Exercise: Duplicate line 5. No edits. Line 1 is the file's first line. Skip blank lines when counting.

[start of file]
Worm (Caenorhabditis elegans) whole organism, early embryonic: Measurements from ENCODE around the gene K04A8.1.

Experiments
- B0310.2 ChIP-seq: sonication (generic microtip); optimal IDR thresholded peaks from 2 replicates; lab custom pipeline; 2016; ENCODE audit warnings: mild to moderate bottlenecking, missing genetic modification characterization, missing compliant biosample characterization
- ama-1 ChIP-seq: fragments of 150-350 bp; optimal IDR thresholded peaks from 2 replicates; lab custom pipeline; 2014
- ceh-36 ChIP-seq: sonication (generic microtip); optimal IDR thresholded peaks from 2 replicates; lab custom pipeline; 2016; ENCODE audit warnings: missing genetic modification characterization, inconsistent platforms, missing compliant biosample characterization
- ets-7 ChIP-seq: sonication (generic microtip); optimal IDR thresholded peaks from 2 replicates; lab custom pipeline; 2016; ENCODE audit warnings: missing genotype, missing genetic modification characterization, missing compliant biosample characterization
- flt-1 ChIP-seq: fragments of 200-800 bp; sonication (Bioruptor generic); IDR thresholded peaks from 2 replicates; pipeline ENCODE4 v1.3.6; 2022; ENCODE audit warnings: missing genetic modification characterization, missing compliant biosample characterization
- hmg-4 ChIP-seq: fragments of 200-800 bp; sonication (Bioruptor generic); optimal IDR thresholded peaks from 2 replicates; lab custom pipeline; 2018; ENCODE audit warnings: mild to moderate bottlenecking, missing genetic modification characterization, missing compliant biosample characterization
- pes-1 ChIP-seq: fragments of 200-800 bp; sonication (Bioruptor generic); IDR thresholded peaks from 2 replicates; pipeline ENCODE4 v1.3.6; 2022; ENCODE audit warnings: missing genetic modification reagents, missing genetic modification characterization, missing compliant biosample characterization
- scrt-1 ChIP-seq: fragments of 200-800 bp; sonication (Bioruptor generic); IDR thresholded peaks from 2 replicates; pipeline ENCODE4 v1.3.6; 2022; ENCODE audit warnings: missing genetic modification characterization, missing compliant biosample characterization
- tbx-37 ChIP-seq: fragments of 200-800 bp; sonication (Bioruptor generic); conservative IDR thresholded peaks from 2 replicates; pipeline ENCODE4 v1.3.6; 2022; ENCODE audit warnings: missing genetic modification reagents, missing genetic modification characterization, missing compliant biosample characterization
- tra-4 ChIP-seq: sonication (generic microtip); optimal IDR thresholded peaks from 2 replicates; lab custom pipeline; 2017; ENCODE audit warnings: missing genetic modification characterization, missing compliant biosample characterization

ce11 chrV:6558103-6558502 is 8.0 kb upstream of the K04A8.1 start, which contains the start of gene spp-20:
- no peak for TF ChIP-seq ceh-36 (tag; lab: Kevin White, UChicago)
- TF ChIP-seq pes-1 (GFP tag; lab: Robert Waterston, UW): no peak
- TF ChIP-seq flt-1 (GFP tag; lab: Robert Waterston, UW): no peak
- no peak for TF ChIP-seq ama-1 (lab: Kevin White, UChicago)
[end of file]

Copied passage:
- ceh-36 ChIP-seq: sonication (generic microtip); optimal IDR thresholded peaks from 2 replicates; lab custom pipeline; 2016; ENCODE audit warnings: missing genetic modification characterization, inconsistent platforms, missing compliant biosample characterization